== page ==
Sales: They’re looking for the wrong things in the wrong people

Last updated on May 13th, 2019 at 02:43 pm

When I read Manpower Inc.’s annual list of hard-to-fill jobs last month and the excellent analysis provided in SBT’s March 30 issue (“Dearth of a Salesman”), I found myself humming the classic country hit, “Looking for Love in all the Wrong Places.”

Employers are indeed “searching their eyes, looking for traces of what they’re dreaming of” in sales candidates.

But they’re dreaming of candidates who fit the profile of the classic traditional salesperson. Dare I say, they seem to be looking for a caricature: A high-energy, “well-packaged,” personable individual with experience in the company’s industry or knowledge of the company’s products.

And that’s why they’re frustrated!

I invite executives and business owners to rethink the profile of the “ideal” sales candidate. Here are five sales mindset assessment questions, which if properly applied in the screening process, will help you isolate that hard-to-find non-traditional salesperson. 

1. How important is it to build personal rapport with contacts?

a. As go my relationships, so goes my success.

b. The personal rapport I build is a significant part of my success.

c. The personal rapport I build is just one part of my success.

d. I think the value ascribed to building personal rapport in sales is often overestimated.

Traditional responses are a (most traditional), b and c. The best response is d. Relationships in selling are not about rapport, they’re about peer-level business relationships. Any candidate who talks in terms of rapport is really referring to various degrees of schmoozing.

2. I send a “thank you” note after a customer/prospect meeting.

a. Almost always.

b. Frequently, but sometimes I just don’t get to it even though I know it’s important.

c. Almost never, but if I had more time I would.

d. Almost never, because I don’t think there’s any reason to send them.

Traditional responses: a, b, and c are essentially all the same response. The best response is d. This question is not about the note itself. It’s about a mindset that customers are doing salespeople a favor by meeting with them. Watch out for discounting demands from this candidate.

3. In order for you to be effective in sales, how important is it for you to have a detailed knowledge of all the ins and outs of your product/service?

a. Not necessary.

b. Helpful.

c. Essential.

d. Could be a negative.

Traditional response is c.  This is the classic “human product catalog” response. Any of the other three responses are OK. My favorite is d.

4. Which of the following best characterizes your own thought process as it relates to how much of your company’s resources (including your own time) are devoted to a particular sales situation?

a. I always want to appear responsive so I probably err on the side of being accommodating.

b. I’m basically pretty protective of my time and my company’s resources and I want prospects/ customers to understand this.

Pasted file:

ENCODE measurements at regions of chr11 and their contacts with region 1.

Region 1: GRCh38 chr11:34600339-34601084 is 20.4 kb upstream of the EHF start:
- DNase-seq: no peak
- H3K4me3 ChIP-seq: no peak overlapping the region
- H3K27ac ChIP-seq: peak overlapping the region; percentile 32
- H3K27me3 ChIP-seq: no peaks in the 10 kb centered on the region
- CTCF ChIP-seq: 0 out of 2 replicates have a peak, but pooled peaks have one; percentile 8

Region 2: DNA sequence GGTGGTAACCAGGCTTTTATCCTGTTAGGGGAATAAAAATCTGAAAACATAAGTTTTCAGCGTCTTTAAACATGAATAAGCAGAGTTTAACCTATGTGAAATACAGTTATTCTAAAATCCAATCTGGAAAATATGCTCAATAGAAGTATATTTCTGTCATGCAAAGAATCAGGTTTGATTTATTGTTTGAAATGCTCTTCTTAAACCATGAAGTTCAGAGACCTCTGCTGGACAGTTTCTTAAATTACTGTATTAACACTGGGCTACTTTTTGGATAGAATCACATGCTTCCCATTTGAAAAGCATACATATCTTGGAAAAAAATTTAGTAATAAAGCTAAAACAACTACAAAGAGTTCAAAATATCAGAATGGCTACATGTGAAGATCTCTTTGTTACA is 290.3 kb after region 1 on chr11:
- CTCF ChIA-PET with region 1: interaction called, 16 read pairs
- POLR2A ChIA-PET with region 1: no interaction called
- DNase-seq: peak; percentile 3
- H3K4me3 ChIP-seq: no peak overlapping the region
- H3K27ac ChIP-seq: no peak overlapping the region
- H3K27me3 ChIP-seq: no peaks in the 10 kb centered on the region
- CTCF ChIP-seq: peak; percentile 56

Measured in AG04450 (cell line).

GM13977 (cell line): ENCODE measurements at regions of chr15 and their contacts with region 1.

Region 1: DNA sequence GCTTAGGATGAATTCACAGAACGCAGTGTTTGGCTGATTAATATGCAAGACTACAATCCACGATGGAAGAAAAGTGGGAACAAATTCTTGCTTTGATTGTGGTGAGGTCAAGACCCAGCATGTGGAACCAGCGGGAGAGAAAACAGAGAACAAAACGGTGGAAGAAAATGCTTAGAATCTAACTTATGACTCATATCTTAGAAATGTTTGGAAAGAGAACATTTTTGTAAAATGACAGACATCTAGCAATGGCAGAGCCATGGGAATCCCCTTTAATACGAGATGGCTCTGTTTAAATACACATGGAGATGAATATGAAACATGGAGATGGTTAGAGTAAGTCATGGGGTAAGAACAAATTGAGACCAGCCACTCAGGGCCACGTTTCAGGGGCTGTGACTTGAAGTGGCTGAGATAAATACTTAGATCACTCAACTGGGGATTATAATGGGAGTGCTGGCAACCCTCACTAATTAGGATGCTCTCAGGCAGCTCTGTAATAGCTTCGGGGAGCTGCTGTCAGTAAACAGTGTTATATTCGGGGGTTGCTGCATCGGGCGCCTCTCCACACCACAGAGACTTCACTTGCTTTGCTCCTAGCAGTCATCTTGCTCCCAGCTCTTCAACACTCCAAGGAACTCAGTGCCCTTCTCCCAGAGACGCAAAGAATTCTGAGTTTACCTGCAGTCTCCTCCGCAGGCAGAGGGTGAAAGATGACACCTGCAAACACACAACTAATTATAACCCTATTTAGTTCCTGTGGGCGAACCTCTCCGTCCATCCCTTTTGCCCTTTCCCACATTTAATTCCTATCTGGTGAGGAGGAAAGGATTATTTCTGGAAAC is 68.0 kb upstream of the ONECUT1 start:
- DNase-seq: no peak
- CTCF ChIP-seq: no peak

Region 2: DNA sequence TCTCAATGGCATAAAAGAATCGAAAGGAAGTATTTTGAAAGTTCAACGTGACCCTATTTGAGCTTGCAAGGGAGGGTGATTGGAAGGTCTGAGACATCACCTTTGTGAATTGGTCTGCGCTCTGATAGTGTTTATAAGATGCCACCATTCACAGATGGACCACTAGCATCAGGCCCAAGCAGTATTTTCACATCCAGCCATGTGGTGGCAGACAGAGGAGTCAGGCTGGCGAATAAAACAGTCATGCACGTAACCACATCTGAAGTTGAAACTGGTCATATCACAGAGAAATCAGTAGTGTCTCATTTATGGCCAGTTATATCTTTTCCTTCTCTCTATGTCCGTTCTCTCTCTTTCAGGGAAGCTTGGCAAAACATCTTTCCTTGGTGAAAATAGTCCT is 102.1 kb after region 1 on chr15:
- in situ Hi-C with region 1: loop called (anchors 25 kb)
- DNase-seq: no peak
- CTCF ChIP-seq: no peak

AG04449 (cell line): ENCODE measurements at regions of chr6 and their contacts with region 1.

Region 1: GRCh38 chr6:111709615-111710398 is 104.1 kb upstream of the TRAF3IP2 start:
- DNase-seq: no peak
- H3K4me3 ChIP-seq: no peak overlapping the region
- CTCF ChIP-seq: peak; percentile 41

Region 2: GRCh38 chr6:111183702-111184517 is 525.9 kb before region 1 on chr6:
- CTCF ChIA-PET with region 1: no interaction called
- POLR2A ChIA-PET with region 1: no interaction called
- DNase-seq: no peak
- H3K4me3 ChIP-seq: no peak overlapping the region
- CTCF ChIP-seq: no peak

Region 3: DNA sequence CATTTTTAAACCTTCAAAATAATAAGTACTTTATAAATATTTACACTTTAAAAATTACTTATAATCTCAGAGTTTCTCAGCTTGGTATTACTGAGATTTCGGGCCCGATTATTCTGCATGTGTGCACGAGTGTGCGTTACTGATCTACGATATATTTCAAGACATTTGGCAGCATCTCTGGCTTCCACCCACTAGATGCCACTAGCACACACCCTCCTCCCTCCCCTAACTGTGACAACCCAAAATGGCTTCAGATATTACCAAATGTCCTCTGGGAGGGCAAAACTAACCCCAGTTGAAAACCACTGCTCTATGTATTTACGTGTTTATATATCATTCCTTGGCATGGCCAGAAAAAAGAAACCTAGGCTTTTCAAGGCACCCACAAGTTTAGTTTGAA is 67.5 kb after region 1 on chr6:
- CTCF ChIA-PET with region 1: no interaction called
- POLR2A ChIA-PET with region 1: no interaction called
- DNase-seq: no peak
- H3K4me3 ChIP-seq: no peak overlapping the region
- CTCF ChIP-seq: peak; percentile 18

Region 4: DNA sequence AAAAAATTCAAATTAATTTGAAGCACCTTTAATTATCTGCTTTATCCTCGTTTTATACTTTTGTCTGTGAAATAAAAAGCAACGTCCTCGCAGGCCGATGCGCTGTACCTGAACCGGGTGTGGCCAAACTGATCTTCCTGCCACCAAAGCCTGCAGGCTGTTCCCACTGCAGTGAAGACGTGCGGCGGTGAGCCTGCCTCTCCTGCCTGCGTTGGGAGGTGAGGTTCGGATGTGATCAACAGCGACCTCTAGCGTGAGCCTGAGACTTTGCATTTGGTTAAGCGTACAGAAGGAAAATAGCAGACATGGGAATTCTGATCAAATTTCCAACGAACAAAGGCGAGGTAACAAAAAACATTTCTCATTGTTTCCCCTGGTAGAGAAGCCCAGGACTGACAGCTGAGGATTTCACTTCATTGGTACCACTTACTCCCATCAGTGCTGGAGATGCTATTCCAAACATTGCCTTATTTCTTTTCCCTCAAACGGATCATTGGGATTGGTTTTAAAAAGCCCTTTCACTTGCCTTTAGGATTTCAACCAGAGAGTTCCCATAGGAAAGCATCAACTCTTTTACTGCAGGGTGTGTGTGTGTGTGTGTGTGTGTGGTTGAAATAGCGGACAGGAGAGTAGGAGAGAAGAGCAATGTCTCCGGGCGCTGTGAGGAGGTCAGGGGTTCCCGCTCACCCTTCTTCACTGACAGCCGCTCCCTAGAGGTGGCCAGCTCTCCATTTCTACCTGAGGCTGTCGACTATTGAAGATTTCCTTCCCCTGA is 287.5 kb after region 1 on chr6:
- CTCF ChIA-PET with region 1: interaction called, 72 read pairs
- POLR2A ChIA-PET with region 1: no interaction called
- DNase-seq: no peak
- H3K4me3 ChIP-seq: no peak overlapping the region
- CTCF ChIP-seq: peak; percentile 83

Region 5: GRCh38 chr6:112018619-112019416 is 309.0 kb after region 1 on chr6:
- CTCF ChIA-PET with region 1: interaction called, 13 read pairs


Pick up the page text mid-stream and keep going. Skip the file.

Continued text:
c. Neither best describes my own thought process.

Traditional responses are a and c. Best response is b. Candidates who respond traditionally here will chase any deal that “fogs a mirror.” They’ll give away the store and never know how real or winnable a sales opportunity is. After all, they’re not too comfortable letting customers know that they care about their own company’s profitability.

5. Select the three most common reasons that explain why you (that is, you yourself, not the company as a whole) lost deals in the last two years.

a. My company’s reputation.

b. My product.

c. Price.

d. Account’s real decision process wasn’t clear.

e. Competition “bought” the business.

f. Customer didn’t understand our value.

g. Existing customer relationship with my competitor.

h. I was simply outsold.

i. Customer changed its mind and didn’t make the purchase.

j. Other.

Traditional responses: all but h. This may be my favorite screening question of all time. We’ve been using it at Stapleton Resources for years. Of the 1,000-plus client salespeople who’ve been asked the question, less than 4 percent ever select h. Of course, during the interview, when the prospective employer then asks the candidate to describe the source of his/her sales success, it’s funny how few ever say things like, “I’m successful because I’ve always had a ‘good price’ (‘great product,’ etc.).”

My suggestion on using these questions is to add them to some other written assessment instrument the candidate completes in the course of the screening process. Don’t make them part of the interview process.

I’ll close with what may be the most important bit of advice: never, ever hire a candidate based on his/her “contacts,” “relationships” or “book of business.” Truly, in 20 years, I have never seen this pay off.


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